We’ve broken down the year-end closing process into simple steps to help small business owners smoothly transition into the new year. 

By organizing documents, reviewing finances, reconciling accounts, and adjusting inventory, you can finalize your books and use this data for strategic planning. This not only helps in managing tax obligations efficiently but also in identifying areas for improvement and setting realistic goals. 

Take this chance to review last year’s successes and plan for future growth, making year-end a key time for strategic development.

Next, check out our articles on how to calculate burn rate, how to hire a virtual bookkeeper, and what are back office services.

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FAQ: Year-End Closing for Small Businesses

Here's some answers to commonly asked questions about Year-End Closing for Small Businesses.

What is year-end closing in accounting?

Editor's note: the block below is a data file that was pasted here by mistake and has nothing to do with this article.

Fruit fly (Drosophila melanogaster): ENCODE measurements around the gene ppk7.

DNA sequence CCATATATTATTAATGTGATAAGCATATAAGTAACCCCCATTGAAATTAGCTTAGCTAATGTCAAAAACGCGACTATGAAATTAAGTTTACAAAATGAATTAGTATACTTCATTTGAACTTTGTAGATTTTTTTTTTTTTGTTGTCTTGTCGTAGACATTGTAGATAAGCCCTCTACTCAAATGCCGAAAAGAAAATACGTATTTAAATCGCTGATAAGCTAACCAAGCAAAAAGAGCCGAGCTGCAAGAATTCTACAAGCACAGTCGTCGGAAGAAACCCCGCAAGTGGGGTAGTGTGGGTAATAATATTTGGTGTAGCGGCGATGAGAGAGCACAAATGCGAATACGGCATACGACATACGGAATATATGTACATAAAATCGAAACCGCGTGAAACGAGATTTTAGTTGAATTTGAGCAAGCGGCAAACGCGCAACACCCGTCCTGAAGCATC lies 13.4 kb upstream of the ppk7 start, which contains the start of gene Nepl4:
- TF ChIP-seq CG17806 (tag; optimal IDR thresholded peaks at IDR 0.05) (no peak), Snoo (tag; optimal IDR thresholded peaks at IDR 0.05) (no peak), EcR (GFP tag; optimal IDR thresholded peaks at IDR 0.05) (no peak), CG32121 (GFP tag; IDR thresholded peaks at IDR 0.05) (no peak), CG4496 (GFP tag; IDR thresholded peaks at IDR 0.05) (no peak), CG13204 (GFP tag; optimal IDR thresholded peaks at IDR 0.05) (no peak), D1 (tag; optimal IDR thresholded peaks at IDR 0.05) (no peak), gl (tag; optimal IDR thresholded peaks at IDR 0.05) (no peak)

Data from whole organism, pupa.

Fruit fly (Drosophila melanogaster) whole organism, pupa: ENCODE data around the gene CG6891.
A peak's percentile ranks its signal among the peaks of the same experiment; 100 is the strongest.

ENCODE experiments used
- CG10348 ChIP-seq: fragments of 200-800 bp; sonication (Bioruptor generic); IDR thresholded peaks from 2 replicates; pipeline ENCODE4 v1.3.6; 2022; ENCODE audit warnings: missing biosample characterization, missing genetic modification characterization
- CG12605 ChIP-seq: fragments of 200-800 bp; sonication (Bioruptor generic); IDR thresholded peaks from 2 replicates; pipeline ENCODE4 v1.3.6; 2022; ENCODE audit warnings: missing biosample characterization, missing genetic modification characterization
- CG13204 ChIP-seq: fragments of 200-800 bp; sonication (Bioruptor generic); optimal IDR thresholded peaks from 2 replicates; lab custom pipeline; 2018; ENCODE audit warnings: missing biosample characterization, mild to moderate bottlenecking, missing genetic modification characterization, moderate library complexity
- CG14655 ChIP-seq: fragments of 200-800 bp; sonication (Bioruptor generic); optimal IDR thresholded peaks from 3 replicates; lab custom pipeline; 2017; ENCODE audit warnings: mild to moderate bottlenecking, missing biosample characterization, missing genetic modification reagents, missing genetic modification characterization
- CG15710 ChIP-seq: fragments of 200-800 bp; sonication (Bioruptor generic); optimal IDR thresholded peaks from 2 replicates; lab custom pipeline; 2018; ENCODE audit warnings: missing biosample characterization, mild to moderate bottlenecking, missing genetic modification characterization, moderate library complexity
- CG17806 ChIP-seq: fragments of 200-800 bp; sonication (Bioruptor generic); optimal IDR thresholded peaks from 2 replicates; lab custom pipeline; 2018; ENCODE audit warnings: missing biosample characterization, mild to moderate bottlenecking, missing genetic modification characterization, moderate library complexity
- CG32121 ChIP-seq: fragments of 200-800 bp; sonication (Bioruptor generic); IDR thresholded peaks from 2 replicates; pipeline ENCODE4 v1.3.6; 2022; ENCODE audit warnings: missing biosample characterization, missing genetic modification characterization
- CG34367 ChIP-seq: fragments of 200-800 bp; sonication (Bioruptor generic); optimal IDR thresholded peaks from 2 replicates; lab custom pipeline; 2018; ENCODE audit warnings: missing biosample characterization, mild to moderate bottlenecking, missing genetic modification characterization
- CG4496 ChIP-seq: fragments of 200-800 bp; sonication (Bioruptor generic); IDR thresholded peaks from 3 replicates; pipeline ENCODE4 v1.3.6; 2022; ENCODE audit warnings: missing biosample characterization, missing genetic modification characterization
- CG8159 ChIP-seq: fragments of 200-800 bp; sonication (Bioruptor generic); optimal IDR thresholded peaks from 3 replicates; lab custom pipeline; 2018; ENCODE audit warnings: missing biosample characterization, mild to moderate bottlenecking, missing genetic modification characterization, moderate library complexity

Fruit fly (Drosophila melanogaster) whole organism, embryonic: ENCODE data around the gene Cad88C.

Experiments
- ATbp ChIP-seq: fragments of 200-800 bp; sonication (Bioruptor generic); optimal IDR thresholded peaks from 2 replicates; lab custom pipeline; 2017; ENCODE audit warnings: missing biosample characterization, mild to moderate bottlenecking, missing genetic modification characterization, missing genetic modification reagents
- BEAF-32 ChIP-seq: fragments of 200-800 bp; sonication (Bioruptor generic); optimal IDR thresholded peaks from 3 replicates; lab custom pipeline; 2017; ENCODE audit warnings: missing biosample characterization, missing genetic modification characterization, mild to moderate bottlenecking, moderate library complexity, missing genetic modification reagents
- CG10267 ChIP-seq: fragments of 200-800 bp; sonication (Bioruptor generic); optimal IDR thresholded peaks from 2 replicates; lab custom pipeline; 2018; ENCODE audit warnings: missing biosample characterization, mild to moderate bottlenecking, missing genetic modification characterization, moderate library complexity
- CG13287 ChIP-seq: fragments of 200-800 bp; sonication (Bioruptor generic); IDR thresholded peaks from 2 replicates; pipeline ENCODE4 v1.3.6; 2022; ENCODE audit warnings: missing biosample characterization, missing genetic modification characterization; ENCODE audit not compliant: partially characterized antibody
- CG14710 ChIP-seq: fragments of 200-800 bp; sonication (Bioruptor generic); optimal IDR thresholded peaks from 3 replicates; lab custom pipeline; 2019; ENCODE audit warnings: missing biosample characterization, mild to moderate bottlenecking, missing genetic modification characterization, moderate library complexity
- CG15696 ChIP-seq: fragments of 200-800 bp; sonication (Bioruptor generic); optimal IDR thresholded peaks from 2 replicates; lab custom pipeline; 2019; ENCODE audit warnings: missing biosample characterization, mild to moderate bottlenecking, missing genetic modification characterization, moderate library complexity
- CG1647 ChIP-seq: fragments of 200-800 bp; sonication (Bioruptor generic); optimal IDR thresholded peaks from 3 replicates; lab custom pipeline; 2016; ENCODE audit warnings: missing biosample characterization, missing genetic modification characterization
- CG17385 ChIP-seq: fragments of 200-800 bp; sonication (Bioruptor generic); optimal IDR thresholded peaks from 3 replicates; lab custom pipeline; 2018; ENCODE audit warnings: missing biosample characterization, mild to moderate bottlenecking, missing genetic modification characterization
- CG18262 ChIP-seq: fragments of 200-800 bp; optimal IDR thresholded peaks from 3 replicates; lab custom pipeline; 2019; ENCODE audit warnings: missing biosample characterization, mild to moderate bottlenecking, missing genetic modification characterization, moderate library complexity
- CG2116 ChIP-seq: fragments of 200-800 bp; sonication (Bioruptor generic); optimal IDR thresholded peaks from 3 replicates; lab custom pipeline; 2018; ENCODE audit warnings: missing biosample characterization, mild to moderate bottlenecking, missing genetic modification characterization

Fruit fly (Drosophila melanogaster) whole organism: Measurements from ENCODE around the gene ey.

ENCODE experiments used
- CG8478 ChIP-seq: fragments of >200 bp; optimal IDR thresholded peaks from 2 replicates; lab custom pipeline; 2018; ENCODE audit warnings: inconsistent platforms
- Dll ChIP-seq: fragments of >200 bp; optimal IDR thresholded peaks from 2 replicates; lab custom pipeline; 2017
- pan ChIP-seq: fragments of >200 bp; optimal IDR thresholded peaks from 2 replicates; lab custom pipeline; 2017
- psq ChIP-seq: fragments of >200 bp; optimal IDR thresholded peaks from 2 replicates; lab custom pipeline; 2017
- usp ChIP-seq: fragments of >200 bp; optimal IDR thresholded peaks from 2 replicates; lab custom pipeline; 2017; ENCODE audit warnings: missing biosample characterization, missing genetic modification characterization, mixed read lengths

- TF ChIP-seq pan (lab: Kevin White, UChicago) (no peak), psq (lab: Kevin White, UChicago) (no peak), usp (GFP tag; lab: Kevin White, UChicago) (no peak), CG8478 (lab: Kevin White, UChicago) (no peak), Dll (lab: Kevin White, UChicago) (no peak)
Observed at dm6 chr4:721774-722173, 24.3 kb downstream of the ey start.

Year-end closing in accounting refers to the process of finalizing a business’s financial activities for the fiscal year to prepare for the next. This involves reconciling accounts, reviewing and adjusting inventory records, calculating depreciation and amortization, and ensuring all financial transactions are accurately recorded. The goal is to close the books on the past year, enabling the preparation of financial statements that reflect the business’s financial health.

Why is the year-end closing process important?

The year-end closing process is essential for making informed decisions, planning for the future, and demonstrating the business’s financial position to investors, lenders, and other stakeholders. 

Moreover, a thorough year-end closing helps businesses identify any financial issues or areas for improvement, ensuring compliance with tax laws and reducing the risk of errors or fraud. It sets a foundation for strategic growth and financial stability in the new fiscal year.

How can I avoid common pitfalls during the year-end closing process?

Stay organized and keep accurate records throughout the year. Using accounting software can help track transactions in real-time and streamline the reconciliation of accounts. Regularly scheduled reviews of financials can catch and correct issues early, making the year-end process smoother.

Conducting regular inventory checks and maintaining an up-to-date asset register will ensure accurate financial reporting. Lastly, staying informed about tax obligations and seeking professional advice when necessary can prevent costly mistakes and ensure compliance with tax laws.